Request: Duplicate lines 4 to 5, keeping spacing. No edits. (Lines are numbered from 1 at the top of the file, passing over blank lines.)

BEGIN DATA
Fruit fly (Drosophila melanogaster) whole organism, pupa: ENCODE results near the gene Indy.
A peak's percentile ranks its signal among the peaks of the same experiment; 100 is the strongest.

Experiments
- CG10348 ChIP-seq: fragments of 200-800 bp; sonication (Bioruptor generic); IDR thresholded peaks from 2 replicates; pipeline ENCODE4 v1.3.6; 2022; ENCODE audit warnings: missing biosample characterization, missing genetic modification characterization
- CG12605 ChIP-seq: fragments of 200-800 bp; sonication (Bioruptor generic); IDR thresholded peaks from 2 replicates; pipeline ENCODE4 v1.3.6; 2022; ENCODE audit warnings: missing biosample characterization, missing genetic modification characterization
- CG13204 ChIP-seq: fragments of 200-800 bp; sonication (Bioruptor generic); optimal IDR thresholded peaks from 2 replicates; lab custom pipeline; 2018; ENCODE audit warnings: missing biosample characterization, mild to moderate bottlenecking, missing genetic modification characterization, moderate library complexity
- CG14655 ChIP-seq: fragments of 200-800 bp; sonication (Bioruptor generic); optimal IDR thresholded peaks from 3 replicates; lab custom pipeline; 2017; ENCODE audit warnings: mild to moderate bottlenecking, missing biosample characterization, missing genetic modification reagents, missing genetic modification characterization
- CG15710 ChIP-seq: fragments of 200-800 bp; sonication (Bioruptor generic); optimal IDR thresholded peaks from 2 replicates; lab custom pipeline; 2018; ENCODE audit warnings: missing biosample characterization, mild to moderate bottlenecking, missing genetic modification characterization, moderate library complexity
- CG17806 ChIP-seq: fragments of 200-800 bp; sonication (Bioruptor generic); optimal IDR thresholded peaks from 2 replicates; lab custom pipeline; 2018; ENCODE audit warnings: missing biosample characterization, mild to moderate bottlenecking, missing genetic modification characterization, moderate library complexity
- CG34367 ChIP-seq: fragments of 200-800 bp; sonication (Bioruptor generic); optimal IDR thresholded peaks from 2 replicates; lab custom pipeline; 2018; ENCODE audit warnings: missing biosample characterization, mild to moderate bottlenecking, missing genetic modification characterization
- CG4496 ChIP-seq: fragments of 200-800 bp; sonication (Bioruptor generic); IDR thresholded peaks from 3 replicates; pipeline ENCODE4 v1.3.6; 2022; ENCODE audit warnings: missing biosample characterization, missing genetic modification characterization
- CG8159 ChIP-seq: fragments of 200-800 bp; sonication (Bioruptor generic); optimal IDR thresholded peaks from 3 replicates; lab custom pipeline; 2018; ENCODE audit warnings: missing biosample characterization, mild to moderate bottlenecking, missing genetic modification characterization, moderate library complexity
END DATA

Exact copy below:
- CG10348 ChIP-seq: fragments of 200-800 bp; sonication (Bioruptor generic); IDR thresholded peaks from 2 replicates; pipeline ENCODE4 v1.3.6; 2022; ENCODE audit warnings: missing biosample characterization, missing genetic modification characterization
- CG12605 ChIP-seq: fragments of 200-800 bp; sonication (Bioruptor generic); IDR thresholded peaks from 2 replicates; pipeline ENCODE4 v1.3.6; 2022; ENCODE audit warnings: missing biosample characterization, missing genetic modification characterization